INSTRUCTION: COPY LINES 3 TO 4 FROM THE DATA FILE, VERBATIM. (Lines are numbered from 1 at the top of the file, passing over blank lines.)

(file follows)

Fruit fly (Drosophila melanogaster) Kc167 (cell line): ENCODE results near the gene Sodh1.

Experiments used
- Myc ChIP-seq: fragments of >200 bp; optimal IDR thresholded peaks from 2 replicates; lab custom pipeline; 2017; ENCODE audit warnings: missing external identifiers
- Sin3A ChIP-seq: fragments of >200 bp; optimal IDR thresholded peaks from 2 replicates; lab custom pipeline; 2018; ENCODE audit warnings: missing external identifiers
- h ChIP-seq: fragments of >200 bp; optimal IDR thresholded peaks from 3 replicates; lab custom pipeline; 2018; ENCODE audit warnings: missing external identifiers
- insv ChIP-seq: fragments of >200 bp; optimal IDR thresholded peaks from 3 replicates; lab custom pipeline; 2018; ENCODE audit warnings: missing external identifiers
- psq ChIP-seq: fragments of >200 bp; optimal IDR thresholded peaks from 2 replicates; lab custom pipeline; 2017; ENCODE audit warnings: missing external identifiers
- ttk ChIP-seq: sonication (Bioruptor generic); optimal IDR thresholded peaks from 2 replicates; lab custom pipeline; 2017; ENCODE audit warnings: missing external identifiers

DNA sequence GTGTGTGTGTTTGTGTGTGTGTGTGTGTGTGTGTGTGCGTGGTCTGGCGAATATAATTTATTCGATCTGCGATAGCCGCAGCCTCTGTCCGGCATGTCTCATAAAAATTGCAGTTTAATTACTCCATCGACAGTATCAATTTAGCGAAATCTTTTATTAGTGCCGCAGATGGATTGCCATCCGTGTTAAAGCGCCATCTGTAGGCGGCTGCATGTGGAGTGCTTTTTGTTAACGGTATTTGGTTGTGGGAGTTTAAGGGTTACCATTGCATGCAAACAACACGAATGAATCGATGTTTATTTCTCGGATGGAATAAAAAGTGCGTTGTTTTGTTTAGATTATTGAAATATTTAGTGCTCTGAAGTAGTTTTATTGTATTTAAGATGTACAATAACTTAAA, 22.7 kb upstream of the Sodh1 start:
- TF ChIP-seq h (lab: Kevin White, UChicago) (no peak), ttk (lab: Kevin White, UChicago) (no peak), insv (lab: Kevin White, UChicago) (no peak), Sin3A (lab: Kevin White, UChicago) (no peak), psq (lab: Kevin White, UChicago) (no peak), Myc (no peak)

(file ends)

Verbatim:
- Myc ChIP-seq: fragments of >200 bp; optimal IDR thresholded peaks from 2 replicates; lab custom pipeline; 2017; ENCODE audit warnings: missing external identifiers
- Sin3A ChIP-seq: fragments of >200 bp; optimal IDR thresholded peaks from 2 replicates; lab custom pipeline; 2018; ENCODE audit warnings: missing external identifiers